Best of all, the T-L pivots require a lot less labor than either the side-roll systems or the electric units, and at my age, I'm all for anything that takes less labor.
This Oklahoma rancher insists that one way or another, his only electric center pivot unit is leaving!
Steve Parker doesn’t have much use for the electric center pivot irrigation system he bought several years ago. And he means that both literally and figuratively.
“It’s been at least 15 years since I’ve even used it,” says Parker, who has since installed two T-L center pivot units on the cattle and wheat operation he owns south ofBeaver, Oklahoma. “Yet, every month, until I told them to just come out and remove the meter, I was having to pay a meter service charge.
“I think I’ve finally got it sold,” he relates. “But I’ll cut it up and build cattle pens out of the pipe if I have to. One way or the other, it’s leaving. I’ve had nothing but trouble with that one since the day I bought it.”
Irrigation is nothing new to Parker, however. For as long as he can remember, Parker has been moving irrigation pipe and dealing with temperamental systems. In fact, he says his father and grandfather drilled the first well in 1962 and began furrow irrigating corn and sorghum for silage. Even today, Parker says he still does some furrow irrigation in combination with a few side-roll lateral systems.
“I liked the idea of no electricity, because I understand hydraulics a whole lot better than I do 480-volt electricity.”
“Fortunately, I’ve since got acquainted with my dealer for T-L,” he adds. “I liked the idea of no electricity, because I understand hydraulics a whole lot better than I do 480-volt electricity.”
Although a lot of things have changed since Parker put in the first of his two T-L units — without any electricity needed at the control box — he says he still holds a preference for T-L pivots. Originally, he says, they were installed to help irrigate wheat, alfalfa and forage grown for a family owned dairy that once numbered up to 140 cows. Today, the dairy is gone, and so is the alfalfa.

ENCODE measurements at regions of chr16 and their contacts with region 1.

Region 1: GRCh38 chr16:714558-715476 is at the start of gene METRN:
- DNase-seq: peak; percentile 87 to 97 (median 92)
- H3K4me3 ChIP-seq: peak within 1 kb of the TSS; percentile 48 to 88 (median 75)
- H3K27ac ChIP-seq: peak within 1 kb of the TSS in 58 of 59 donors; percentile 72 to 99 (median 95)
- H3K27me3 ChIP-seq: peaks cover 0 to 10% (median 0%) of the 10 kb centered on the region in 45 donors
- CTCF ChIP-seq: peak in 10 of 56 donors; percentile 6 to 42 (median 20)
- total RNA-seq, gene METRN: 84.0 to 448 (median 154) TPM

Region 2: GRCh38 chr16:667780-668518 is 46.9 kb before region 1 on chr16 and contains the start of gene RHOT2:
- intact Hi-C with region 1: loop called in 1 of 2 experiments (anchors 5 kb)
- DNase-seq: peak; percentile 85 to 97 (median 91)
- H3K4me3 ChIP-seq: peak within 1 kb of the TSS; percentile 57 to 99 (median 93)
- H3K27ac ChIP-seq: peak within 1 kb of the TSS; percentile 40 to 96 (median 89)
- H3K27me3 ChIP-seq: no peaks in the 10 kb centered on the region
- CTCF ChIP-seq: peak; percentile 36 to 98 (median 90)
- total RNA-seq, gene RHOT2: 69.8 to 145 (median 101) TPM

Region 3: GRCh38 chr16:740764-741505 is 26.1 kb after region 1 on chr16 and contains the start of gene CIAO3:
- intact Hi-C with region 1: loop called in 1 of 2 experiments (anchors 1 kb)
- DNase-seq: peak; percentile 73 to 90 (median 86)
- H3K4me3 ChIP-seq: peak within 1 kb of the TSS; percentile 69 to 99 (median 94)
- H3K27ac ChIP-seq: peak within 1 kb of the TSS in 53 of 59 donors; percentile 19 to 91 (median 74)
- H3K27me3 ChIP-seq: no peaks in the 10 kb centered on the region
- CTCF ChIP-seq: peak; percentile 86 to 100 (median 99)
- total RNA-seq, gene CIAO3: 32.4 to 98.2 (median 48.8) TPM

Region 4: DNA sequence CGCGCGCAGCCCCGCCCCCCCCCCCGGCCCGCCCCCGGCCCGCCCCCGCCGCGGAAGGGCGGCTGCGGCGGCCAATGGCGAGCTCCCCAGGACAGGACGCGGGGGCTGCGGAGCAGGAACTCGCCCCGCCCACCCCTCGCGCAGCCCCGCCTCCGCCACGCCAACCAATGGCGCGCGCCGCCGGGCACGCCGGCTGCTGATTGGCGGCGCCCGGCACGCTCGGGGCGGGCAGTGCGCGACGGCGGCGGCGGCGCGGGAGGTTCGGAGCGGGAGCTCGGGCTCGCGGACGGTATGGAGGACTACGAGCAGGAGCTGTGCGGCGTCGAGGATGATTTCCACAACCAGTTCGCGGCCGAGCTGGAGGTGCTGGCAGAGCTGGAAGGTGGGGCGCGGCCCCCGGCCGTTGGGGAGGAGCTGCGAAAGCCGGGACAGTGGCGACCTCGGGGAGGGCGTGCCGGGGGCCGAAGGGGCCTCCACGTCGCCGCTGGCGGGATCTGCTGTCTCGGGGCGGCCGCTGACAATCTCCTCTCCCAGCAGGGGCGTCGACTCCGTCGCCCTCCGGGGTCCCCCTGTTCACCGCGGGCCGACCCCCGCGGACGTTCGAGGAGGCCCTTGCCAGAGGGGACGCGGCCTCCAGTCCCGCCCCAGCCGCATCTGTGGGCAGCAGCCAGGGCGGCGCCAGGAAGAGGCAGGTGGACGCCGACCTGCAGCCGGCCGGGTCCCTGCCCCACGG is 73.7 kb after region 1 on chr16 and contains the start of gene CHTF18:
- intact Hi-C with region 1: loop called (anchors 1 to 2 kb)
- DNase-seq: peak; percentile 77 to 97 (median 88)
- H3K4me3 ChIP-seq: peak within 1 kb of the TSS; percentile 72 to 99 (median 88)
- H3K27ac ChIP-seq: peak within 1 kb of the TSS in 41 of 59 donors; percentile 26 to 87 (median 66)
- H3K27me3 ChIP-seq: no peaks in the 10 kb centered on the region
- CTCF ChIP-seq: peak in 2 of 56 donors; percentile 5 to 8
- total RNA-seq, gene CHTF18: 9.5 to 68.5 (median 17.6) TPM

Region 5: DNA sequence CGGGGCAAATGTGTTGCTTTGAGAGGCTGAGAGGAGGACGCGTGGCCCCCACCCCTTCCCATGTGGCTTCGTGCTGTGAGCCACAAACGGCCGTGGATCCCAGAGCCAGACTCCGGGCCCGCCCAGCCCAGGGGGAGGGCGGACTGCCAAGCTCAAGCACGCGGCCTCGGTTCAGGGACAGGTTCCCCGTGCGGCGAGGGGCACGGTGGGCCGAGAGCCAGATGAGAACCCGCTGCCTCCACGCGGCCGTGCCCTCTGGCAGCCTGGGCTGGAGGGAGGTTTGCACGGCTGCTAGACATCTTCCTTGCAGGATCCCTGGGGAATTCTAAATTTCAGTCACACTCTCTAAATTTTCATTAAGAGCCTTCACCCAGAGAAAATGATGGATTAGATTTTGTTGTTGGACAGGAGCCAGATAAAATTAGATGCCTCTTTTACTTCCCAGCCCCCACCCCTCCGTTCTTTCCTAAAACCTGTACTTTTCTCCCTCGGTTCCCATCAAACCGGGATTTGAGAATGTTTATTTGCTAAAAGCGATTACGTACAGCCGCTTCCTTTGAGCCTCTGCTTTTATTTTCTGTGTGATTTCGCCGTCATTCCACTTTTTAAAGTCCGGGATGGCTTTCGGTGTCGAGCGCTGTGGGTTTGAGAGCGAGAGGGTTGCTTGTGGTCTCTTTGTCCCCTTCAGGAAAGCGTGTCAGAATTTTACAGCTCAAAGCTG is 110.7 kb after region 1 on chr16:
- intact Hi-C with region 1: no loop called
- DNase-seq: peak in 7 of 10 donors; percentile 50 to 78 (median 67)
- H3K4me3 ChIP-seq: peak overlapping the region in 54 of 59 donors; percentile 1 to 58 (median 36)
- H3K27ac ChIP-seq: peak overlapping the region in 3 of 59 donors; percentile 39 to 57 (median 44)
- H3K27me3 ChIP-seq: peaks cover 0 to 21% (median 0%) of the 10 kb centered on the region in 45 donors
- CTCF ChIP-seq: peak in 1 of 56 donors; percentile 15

However, cattle are still the focus on Parker’s ranch. It’s just that the herd that averages around 175 in number now consists of beef cattle.
“Wheat is the only cash crop I grow,” Parker says, relating that around 350 acres total are under some type of irrigation. “Otherwise, it’s all cattle related.”
In addition to the cow/calf herd that he maintains year around, Parker says he and his son, who works at the sale barn in Beaver, often buy what they call “put together cows”.
“Those are the old cull cows that come through the ring one or two at a time,” he explains. “We try to buy them pregnant so we can get at least one more calf off of them while speculating on the cows themselves.”
Unfortunately, Parker is still responding to one of the worst droughts in history. Just this past summer, he was forced to sell off more than 40 head of cows, bringing his herd down to around 115 animals.
Still, he insists it would have been worse had he not had a crop of cool-season grass under one of his T-L pivots. In addition, Parker is not one to over-graze a pasture of any kind. That includes the winter wheat he used for pasture this past winter.
“I’d open the gate and leave them on the wheat for four or five hours at a time and drive them off,” he says, noting that he also has about 120 acres of dryland wheat. “I can still remember when I was in grade school and not being able to see more than a few hundred yards because of blowing dust; and I don’t intend to let it happen again. Besides, if you manage it right, you can graze the wheat during the winter and still get a decent wheat crop. Of course, that wasn’t the case this year, with the drought. We were lucky to get any wheat at all.”
Of course, that’s another reason he has dreams of adding at least one or two more T-L units as replacements for the side-roll machines.
“Those lateral-move units are so inefficient they can barely pull their own weight when they’re filled with water,” he says. “In comparison the T-Ls not only save water, but they do a better job of putting it on than our electric pivot ever did. Because of the hydraulic drive, the motion is always steady, whereas the electric units continuously stop and start.
“Best of all, the T-L pivots require a lot less labor than either the side-roll systems or the electric units,” he concludes. “And at my age, I’m all for anything that takes less labor.”